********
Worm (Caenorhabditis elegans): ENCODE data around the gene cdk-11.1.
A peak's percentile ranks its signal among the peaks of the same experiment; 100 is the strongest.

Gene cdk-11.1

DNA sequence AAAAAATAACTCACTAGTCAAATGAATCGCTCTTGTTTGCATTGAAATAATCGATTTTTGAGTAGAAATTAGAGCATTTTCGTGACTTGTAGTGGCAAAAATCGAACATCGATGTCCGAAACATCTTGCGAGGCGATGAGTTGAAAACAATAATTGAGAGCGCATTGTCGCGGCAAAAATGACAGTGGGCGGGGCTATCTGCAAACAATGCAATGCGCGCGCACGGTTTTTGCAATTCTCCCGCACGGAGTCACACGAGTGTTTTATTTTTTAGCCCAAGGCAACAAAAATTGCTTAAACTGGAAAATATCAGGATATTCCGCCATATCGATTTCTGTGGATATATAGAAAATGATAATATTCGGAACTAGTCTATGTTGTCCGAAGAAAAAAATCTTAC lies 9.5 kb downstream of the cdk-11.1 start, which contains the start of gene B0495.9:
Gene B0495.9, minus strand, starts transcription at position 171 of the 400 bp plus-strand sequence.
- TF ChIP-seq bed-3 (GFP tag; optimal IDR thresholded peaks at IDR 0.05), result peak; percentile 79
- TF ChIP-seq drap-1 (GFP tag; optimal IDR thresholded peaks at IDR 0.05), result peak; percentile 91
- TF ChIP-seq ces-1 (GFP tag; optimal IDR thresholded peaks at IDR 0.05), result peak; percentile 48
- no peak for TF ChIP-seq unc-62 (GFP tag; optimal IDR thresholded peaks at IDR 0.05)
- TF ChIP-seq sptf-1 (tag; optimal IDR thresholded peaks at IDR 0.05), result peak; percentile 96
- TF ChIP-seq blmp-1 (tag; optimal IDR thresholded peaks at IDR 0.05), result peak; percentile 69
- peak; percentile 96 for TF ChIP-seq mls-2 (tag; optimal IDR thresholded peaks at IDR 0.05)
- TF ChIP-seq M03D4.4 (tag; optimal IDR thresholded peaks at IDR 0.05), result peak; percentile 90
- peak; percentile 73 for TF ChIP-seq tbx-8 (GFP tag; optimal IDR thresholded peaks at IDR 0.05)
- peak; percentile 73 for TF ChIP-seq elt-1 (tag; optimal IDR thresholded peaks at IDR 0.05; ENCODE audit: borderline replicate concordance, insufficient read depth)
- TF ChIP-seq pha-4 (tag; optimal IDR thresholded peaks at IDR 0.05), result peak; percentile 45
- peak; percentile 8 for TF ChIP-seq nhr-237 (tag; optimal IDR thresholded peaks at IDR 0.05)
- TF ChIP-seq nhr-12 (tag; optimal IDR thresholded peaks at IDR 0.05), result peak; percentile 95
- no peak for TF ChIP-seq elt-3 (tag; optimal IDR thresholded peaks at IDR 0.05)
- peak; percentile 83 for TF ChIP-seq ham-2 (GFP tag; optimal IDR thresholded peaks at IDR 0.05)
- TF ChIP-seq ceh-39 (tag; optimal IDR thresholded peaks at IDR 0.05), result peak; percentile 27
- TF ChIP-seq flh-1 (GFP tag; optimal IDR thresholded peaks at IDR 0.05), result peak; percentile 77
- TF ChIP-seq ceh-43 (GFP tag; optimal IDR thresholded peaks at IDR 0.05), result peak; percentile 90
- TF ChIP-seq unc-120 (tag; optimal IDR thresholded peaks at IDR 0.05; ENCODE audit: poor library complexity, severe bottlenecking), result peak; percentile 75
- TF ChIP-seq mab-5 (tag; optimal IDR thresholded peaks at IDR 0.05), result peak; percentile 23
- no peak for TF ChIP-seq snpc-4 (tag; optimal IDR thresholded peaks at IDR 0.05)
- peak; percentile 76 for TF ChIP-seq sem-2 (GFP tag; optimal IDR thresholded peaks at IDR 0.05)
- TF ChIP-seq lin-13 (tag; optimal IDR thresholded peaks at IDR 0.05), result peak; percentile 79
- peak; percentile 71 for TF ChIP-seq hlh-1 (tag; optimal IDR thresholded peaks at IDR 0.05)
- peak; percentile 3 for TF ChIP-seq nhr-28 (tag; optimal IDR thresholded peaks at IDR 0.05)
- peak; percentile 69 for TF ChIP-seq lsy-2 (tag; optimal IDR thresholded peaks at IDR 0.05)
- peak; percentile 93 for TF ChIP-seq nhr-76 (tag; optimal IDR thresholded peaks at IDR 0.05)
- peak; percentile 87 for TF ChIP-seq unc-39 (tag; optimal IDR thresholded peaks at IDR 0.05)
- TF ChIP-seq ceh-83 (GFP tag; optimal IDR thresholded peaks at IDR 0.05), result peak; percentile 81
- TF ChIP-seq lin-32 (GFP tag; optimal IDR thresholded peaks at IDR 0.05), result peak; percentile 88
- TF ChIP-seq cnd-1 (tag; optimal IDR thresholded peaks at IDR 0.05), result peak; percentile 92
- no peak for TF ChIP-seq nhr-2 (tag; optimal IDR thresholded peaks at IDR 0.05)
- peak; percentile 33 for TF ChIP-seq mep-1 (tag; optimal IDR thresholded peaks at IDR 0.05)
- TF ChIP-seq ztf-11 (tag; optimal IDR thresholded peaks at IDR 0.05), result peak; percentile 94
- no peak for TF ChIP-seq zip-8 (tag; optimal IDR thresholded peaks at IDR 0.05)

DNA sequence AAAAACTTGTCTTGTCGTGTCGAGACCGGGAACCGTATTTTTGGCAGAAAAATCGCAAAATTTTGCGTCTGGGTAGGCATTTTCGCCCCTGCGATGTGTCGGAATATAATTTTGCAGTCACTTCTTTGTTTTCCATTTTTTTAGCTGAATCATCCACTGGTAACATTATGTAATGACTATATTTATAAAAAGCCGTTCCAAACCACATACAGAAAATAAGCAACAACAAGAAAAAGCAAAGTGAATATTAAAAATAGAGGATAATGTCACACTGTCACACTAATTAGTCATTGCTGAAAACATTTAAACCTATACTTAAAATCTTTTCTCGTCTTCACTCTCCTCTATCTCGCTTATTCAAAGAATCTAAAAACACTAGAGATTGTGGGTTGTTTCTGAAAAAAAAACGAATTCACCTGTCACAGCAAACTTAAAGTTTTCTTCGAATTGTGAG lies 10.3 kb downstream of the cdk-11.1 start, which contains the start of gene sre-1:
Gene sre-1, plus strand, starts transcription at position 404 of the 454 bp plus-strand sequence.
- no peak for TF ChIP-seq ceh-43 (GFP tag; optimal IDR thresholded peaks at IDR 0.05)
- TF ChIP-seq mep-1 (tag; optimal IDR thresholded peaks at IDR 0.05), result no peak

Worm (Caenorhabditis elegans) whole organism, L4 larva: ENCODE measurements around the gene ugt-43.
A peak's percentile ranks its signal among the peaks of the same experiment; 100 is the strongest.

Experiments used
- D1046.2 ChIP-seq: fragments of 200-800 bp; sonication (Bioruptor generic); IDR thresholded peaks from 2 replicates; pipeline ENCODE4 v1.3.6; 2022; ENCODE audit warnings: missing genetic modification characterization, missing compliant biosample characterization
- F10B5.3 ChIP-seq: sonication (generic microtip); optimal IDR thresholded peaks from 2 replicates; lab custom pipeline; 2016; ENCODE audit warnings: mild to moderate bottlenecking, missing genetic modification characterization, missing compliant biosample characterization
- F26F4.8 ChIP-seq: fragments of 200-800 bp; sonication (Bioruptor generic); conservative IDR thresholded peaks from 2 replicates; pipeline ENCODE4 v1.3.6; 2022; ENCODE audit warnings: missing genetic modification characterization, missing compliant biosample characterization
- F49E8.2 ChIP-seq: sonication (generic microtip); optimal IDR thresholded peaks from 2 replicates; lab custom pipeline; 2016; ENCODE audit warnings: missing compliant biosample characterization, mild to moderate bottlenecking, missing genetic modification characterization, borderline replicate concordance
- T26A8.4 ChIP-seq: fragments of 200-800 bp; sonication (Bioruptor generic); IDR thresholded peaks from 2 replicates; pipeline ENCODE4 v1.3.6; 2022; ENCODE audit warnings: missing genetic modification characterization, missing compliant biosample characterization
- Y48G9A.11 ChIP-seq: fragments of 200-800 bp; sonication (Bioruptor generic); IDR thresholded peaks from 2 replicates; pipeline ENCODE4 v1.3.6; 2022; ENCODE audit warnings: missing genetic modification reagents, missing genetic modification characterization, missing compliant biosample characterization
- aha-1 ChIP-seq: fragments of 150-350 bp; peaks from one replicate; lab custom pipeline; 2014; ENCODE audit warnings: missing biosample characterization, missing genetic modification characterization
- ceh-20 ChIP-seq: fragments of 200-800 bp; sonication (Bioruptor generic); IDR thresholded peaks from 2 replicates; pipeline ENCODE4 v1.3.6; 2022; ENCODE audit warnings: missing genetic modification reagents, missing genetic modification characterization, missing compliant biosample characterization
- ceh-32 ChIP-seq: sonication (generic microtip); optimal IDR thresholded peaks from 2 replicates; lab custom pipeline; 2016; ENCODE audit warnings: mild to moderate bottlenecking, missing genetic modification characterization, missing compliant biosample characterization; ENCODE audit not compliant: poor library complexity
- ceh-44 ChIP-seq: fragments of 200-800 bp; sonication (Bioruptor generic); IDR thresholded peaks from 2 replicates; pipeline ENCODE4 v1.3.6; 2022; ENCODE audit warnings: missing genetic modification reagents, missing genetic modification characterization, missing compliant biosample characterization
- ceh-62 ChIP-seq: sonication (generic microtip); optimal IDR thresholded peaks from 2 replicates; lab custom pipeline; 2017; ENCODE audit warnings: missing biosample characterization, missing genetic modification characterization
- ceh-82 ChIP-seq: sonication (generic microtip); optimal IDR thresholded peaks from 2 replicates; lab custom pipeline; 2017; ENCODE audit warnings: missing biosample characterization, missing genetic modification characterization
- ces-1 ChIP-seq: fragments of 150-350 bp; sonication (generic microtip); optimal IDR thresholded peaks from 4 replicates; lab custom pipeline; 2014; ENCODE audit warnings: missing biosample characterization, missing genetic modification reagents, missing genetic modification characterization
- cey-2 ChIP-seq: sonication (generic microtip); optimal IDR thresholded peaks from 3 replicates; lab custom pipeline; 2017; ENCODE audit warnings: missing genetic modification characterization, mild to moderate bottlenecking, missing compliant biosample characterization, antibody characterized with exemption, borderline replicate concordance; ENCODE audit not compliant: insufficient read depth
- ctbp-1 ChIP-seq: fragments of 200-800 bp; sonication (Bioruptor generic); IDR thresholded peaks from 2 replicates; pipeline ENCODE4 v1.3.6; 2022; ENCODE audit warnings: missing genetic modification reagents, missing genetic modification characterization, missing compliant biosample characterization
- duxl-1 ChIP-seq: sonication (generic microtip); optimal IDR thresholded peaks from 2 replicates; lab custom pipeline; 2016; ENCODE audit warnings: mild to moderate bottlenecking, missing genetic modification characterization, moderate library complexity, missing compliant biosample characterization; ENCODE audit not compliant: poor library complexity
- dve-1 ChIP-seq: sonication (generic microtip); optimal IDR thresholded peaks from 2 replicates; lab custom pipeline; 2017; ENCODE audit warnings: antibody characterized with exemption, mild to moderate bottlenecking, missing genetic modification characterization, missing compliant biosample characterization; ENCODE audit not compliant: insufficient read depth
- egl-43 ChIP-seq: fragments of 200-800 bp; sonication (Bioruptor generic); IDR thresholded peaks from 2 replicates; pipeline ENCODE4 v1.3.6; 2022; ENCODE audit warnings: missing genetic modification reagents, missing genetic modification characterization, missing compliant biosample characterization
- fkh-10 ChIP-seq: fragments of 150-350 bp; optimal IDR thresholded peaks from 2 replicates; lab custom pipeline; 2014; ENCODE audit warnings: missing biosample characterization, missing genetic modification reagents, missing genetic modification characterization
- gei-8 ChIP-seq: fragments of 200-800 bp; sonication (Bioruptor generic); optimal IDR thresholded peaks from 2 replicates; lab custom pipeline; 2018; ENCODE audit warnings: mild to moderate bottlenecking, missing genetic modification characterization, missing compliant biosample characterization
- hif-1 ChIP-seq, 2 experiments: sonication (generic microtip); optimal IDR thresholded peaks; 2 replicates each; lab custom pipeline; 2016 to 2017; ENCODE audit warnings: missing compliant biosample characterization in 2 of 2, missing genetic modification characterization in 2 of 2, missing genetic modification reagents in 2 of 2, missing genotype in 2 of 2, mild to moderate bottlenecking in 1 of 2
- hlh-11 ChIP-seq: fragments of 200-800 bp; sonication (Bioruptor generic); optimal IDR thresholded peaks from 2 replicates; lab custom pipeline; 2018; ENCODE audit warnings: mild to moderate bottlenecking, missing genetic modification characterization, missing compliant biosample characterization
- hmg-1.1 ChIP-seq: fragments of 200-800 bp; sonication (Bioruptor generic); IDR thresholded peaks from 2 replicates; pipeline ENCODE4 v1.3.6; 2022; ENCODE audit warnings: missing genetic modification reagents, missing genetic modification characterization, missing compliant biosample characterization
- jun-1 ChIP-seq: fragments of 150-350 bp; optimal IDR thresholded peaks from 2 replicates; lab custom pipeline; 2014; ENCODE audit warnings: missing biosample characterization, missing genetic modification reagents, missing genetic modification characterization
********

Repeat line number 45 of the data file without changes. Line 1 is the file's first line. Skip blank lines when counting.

Worm (Caenorhabditis elegans) whole organism, L4 larva: ENCODE measurements around the gene ugt-43.